I can’t remember it, but I know it’s archived somewhere.

I’ve kept a regular journal since I was twelve years old.  Does this mean that I was destined to be a writer, or that I had no social life?  Both, probably.  It’s true that as a teenager I often felt I was doing things in order to write about them afterward.  Skipping school.  Kissing a boy at a party.  Drinking until I puked.  I did these things not habitually but systematically, in order to check them off my list.

I don’t mean “list” metaphorically here, either.  Besides the diary I had a little box, decorated with Smurf stickers, across which I’d written the words “Time Capsule.”  Inside were notes I wrote to myself, masking-taped into band-aid-sized parcels and marked with “Do not open until age 16” (or 18, or 22—you get the idea).  Each note contained a brief list of things I’d hoped to have done by the target age.  “Know what career you want.”  “Driver’s license.”  “Got an orange kitten and named it Marmalade.”  “Speak French fluently, and have eaten escargots.”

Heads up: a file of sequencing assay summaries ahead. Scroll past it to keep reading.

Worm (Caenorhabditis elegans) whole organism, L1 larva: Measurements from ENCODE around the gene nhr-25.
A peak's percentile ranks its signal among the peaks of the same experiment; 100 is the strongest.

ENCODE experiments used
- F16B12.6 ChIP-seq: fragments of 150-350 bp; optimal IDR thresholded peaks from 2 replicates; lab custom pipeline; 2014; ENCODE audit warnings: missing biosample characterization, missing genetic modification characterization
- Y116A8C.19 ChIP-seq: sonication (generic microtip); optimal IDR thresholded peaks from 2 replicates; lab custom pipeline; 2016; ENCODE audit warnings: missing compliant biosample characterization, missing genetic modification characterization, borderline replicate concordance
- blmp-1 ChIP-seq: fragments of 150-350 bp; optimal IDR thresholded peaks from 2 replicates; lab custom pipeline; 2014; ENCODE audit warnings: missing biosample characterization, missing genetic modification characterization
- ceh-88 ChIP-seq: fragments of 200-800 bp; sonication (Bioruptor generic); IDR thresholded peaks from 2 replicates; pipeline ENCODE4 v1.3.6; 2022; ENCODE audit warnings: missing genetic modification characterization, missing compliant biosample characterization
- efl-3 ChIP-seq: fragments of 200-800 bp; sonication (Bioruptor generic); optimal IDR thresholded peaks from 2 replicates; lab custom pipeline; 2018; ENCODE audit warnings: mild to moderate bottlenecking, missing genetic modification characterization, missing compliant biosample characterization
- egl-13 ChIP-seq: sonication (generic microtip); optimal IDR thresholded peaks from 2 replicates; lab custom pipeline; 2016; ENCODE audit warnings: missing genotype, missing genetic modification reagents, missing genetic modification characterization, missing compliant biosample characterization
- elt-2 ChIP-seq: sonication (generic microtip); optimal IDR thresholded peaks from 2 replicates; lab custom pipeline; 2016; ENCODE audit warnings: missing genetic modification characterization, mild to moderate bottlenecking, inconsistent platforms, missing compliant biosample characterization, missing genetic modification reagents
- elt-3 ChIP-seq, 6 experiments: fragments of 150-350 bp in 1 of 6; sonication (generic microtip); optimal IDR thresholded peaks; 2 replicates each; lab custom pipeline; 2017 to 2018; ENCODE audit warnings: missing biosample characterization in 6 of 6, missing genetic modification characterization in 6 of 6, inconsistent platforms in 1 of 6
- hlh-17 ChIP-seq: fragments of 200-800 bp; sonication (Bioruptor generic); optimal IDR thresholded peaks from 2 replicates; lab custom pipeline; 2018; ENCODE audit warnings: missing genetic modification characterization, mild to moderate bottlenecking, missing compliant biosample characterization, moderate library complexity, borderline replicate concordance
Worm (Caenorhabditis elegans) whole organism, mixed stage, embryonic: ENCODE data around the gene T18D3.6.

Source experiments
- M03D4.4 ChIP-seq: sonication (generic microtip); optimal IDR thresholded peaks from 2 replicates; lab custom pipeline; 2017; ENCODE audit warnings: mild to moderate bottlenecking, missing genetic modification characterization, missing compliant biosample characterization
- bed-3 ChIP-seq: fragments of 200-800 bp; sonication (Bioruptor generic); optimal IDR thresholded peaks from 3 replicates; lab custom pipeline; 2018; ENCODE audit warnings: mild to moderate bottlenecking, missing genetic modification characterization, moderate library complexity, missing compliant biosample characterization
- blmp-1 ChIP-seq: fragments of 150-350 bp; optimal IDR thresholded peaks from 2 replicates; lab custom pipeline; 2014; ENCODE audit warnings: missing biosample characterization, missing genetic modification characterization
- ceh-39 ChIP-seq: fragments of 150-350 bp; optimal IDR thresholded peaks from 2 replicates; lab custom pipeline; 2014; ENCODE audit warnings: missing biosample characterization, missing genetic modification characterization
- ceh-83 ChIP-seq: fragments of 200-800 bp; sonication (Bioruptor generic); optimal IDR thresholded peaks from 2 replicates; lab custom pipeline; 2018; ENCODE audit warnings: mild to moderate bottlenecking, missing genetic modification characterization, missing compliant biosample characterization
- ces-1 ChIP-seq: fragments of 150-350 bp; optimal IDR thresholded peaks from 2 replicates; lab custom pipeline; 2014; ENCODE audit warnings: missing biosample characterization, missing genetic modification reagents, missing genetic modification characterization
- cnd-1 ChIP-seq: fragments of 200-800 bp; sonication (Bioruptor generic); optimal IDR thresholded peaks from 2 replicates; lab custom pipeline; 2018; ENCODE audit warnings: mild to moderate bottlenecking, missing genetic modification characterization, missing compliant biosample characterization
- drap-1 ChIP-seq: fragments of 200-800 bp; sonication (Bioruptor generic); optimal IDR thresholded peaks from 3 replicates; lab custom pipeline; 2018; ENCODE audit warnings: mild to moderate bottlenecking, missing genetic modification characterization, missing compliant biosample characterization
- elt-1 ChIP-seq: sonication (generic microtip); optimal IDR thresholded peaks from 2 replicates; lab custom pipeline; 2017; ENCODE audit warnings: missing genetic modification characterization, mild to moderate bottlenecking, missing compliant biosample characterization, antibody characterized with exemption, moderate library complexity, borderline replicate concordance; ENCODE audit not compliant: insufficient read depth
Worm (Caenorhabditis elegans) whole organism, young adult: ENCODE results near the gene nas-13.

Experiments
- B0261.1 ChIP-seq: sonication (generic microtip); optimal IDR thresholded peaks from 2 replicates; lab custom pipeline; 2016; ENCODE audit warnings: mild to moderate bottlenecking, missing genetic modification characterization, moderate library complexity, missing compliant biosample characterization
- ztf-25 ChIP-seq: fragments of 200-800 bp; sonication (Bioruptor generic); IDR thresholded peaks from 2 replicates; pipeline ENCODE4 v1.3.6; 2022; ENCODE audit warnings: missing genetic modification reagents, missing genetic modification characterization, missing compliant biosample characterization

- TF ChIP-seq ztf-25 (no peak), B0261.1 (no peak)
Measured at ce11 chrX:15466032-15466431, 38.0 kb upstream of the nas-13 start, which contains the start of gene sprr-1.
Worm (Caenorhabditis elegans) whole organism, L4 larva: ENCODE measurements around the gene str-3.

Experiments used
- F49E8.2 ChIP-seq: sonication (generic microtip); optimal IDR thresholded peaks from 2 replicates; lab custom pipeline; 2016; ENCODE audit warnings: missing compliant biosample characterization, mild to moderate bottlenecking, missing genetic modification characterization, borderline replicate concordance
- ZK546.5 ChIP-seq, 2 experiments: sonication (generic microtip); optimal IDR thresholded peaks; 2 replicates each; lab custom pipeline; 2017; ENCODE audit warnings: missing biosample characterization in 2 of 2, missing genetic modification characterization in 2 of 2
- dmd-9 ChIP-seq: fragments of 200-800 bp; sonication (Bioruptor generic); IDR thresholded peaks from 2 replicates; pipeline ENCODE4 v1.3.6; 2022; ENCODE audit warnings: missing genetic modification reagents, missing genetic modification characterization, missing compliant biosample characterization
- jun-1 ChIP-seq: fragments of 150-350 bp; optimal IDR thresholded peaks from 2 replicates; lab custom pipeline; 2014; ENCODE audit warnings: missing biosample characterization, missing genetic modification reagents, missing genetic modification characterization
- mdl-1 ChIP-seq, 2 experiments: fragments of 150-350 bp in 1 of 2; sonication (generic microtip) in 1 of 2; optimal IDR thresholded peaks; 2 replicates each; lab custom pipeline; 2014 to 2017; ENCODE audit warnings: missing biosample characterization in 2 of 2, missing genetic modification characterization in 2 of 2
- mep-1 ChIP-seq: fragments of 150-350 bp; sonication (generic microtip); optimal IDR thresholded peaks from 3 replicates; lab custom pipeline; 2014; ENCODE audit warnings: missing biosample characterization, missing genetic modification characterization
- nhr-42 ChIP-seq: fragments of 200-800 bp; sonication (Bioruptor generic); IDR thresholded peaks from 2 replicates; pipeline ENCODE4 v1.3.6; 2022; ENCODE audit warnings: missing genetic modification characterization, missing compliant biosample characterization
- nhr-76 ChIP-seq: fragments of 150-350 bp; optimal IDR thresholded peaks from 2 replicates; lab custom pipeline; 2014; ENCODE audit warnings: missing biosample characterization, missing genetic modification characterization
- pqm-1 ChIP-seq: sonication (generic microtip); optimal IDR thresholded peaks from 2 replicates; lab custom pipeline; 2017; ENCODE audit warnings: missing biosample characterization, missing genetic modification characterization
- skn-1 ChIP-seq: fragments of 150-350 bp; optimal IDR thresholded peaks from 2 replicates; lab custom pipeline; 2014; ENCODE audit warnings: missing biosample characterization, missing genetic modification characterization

When I went away to university, the Time Capsule went into a box with other childhood doodads, and by the time I rediscovered it, I was so old that all the notes were fair game.  How minor the so-called accomplishments appear to my adult eyes, now, and how many of them have to do with sex!  It doesn’t matter, in retrospect, exactly when each thing actually took place in my life, or even if it took place at all.  I never did get that orange kitten, but only because by the time I had my own place I didn’t want one anymore.

There’s something a bit sad about the Time Capsule, and the obsessive journaling, too.  I’m not actually big on going back and reading about years past: I find it depressing how uptight I was, how worried about things that have since passed without incident.  And I can’t help but wonder if some living is lost in all the writing about it.

And yet: there’s nothing more soothing to me, at the end of a busy day, than curling up in bed with a pen and spilling my guts onto the page.  If I write that I’m pissed off at so-and-so, I close the diary feeling a little less pissed off.  If I’m worried about something, writing it down allows me to let go of some of the anxiety.  As I fill the page in my book, the page in my brain becomes blissfully blank.

I guess that proves it’s the process, more than the result, that matters.

Fine, but this doesn’t mean I’m quite ready to recycle the result.  Some part of me still clings to the hope that when I’m famous, this pile of diaries will make me rich!

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